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Will Apple charge iPhone users for sending SMS via satellite?

Apple has added satellite capabilities to the iPhone 14 models in 2022 to enable a new feature called Emergency SOS via Satellite, which lets users contact emergency services in areas with no cellular service. At the time, the company said that customers could try the service for free for two years – but the trial period was later extended to 2025.

Now with iOS 18, iPhone users can even send SMS via satellite. But will Apple keep this service free forever?

Emergency SOS via Satellite

Emergency SOS via Satellite has been described as a “game changer” by search and rescue teams, and has been credited with a number of helicopter rescues. The feature has already proven to save lives since its launch, and it continues to do so.

When a user triggers Emergency SOS, iPhone asks a few questions about the situation until it connects with the satellites – as this can take a few minutes. Then, all this information is sent to relay centers where specialists call for help on behalf of the user. The entire transcript can also be shared with the user’s emergency contacts.

Last year, the company expanded the iPhone’s satellite capabilities with the new Roadside Assistance feature, which lets users contact roadside assistance providers like AAA and Verizon in the US via satellite when cellular connectivity is unavailable. It also announced that those who bought an iPhone 14 will get an extra free year of satellite connectivity.

Since these features have already proven to be “life savers,” many people have discussed whether Apple will indeed charge for them as it first said – since doing so could hurt the company’s image if users had the chance to be rescued but were unable to because they didn’t pay for Emergency SOS via Satellite.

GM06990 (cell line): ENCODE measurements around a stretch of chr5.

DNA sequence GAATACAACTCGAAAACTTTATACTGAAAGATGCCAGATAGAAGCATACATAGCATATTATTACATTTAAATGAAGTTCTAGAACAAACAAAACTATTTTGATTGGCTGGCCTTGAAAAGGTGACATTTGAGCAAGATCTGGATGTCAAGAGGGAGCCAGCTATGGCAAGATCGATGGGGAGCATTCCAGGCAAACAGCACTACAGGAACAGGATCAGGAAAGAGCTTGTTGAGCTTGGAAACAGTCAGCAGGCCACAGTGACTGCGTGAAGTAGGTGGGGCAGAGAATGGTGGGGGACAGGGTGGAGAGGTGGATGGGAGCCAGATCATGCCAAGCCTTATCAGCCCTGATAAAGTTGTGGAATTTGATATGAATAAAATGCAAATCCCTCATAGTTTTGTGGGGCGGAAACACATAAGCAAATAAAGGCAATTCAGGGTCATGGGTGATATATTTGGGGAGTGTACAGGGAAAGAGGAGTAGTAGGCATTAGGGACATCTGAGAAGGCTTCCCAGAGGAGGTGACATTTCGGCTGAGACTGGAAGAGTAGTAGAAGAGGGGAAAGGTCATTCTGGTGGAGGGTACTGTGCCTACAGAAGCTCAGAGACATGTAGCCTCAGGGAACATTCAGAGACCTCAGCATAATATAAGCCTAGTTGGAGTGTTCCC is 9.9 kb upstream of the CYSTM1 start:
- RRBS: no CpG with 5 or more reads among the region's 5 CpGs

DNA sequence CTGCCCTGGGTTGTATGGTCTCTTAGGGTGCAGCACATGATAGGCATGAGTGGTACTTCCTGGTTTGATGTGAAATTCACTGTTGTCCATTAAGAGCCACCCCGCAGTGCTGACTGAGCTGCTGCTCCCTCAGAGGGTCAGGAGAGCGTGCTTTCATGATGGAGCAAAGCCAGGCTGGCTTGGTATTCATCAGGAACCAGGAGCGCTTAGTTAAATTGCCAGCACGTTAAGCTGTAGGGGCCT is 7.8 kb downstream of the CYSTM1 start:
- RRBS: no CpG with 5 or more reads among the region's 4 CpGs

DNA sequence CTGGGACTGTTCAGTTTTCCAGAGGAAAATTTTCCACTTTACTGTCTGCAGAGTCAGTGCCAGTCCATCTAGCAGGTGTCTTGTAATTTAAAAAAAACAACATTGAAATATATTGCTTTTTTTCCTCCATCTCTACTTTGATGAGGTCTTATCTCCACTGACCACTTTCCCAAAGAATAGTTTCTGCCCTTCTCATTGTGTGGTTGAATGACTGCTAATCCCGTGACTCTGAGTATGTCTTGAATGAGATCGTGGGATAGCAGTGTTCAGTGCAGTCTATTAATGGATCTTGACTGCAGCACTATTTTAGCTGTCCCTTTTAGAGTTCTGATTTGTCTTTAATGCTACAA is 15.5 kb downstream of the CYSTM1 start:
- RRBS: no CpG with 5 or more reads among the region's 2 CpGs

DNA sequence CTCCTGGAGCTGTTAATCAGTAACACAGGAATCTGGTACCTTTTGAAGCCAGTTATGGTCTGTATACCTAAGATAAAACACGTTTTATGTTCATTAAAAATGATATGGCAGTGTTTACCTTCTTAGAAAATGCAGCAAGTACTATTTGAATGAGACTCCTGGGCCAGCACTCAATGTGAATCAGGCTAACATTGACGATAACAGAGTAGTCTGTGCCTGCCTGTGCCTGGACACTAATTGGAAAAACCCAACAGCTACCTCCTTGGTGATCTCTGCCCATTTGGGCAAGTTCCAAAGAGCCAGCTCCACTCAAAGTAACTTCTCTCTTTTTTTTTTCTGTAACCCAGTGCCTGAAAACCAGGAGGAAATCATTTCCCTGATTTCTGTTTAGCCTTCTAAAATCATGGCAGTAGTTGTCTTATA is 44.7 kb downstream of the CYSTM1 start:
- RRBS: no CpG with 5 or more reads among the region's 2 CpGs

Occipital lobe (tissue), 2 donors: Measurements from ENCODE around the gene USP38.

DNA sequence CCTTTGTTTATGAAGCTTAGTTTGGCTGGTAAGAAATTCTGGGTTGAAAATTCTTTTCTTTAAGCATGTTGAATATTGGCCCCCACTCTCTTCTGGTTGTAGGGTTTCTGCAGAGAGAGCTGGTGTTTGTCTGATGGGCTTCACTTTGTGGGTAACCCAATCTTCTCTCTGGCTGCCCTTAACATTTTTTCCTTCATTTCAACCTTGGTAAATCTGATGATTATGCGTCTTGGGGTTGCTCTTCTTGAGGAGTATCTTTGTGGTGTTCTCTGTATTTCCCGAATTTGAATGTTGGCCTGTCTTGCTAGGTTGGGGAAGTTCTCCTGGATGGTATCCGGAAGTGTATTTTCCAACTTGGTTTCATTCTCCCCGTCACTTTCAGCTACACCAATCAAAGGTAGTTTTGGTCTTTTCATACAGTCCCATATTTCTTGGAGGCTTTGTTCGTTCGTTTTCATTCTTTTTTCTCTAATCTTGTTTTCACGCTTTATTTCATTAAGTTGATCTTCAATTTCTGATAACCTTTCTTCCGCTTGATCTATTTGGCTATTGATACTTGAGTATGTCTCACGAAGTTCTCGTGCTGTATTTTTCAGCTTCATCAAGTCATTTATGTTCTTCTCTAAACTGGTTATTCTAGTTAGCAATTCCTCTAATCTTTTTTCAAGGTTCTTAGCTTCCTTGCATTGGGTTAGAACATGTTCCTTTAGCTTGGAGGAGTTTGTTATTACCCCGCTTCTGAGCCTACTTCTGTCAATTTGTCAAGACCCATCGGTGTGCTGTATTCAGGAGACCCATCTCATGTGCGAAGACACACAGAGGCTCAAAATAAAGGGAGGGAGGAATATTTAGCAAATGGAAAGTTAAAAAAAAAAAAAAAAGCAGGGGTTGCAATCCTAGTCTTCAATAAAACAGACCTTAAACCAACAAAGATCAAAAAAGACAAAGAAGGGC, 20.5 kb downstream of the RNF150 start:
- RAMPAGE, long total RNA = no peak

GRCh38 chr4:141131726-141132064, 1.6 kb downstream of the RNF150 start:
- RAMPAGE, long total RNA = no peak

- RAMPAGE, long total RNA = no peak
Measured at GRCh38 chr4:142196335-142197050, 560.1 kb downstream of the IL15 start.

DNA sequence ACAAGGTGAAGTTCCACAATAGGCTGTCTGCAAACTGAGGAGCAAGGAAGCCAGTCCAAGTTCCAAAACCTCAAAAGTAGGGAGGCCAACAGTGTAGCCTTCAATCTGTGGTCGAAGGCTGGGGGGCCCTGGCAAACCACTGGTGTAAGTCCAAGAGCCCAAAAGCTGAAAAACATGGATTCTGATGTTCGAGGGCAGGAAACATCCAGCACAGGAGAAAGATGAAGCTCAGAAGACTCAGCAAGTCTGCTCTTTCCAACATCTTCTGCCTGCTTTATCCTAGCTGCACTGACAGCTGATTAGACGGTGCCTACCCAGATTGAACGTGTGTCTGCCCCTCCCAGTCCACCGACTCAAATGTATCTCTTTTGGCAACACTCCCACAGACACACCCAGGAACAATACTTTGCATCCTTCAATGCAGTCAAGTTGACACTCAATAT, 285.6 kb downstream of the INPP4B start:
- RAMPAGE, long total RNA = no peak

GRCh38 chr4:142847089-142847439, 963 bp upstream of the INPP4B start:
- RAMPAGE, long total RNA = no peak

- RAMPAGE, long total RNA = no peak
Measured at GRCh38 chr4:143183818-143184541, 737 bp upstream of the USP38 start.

Apple satellite features | iPhone | Galaxy

Will Apple ever charge for its satellite features?

However, iOS 18 might change everything. That’s because the new version of iPhone’s operating system introduces the ability to send SMS to anyone using satellite connectivity when there’s no Wi-Fi or cellular available. The feature doesn’t seem to be working in beta 1, and Apple hasn’t said a word about pricing yet.

The thing is, satellite connectivity services are expensive. Apple invested $450 million in infrastructure to support Emergency SOS via Satellite. Globalstar, Apple’s partner in satellite connectivity, charges around $12 a month to offer basic emergency services on its own devices. The subscription gets more expensive for those who want to send unlimited text messages.

With that in mind, I see two possibilities: Apple could charge a subscription for all satellite-based features as originally planned, or it could charge specifically to let iPhone users send SMS via satellite – which would be a middle ground between getting money to pay for infrastructure and not acting like a bad guy by limiting vital features.

In an ideal world, all these features would be free forever, but Apple is also a service company. For instance, it could offer the iPhone satellite features as part of the Apple One bundle, which could end up motivating more people to pay for all Apple services at once.

How much would you be willing to pay to use the satellite features on your iPhone? Let us know in the comments below.

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